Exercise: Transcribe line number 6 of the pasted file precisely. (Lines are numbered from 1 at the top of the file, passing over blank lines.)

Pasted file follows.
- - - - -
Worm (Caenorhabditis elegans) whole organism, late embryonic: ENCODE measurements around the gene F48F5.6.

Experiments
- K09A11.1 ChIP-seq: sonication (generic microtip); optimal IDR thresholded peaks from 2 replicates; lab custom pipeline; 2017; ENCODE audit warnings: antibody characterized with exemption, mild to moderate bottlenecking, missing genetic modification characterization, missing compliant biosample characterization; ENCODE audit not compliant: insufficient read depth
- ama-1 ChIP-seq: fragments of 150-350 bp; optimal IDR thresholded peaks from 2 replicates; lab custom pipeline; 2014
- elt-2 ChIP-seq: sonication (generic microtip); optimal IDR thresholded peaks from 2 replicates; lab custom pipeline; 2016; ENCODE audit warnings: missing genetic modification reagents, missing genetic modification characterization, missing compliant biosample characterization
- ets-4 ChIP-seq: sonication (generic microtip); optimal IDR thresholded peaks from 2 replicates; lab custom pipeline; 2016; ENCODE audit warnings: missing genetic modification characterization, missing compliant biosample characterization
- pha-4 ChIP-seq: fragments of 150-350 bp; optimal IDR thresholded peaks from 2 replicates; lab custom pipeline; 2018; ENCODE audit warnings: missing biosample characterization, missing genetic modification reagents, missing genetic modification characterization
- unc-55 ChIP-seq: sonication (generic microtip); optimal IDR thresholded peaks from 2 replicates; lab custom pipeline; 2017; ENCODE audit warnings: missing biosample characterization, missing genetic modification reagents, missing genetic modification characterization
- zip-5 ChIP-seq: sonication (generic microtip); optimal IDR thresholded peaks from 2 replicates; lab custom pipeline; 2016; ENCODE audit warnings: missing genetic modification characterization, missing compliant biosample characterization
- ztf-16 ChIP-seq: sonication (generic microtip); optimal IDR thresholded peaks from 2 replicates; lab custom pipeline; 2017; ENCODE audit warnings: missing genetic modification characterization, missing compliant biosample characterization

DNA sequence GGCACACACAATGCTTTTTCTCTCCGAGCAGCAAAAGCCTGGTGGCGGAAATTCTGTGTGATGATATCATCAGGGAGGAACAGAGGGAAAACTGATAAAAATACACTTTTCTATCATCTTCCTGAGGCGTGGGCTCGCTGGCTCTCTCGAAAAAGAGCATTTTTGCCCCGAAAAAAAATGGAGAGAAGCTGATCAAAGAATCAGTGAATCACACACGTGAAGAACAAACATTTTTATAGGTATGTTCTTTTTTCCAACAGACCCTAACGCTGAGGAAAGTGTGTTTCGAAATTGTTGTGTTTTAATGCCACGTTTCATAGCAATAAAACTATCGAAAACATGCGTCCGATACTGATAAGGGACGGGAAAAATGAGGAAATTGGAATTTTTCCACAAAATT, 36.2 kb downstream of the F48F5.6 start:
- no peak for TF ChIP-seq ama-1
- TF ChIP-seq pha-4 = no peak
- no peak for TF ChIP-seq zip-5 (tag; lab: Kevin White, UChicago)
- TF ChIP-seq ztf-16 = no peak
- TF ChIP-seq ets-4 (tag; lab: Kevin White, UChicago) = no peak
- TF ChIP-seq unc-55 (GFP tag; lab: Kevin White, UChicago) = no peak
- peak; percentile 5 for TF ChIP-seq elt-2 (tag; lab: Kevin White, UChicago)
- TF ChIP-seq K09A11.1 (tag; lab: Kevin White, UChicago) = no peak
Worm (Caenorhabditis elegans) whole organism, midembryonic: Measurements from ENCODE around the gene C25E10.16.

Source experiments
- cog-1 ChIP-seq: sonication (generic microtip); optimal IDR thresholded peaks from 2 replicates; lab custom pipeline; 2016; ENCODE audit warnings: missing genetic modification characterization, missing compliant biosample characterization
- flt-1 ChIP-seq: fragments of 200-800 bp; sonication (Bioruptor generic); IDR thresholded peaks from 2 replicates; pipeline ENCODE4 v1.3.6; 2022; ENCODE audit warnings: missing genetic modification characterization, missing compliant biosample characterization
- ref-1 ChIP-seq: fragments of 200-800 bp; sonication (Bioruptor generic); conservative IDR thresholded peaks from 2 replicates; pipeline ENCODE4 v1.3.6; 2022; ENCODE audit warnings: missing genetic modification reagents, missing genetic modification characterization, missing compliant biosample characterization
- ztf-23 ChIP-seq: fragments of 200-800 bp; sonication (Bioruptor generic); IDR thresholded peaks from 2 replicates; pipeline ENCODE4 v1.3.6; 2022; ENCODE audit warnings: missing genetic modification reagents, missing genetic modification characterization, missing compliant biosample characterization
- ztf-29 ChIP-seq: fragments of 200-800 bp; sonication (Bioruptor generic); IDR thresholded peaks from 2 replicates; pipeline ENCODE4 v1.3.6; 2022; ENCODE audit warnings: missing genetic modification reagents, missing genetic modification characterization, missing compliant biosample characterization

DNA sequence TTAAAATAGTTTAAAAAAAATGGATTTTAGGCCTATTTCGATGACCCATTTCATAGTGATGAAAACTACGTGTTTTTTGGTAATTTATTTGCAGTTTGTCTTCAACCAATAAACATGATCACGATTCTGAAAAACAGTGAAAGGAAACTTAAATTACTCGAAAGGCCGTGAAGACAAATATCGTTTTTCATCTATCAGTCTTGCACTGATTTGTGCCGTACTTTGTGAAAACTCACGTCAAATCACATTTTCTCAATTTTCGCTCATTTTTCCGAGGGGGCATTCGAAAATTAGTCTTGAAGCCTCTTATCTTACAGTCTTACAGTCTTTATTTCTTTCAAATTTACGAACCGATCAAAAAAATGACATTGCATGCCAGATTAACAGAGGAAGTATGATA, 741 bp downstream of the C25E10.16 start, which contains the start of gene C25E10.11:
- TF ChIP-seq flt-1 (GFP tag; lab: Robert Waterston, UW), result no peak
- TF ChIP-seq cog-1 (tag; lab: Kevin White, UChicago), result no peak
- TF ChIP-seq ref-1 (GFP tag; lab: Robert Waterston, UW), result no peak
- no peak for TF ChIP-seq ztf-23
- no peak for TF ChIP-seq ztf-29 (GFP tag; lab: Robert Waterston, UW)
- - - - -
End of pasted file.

- ets-4 ChIP-seq: sonication (generic microtip); optimal IDR thresholded peaks from 2 replicates; lab custom pipeline; 2016; ENCODE audit warnings: missing genetic modification characterization, missing compliant biosample characterization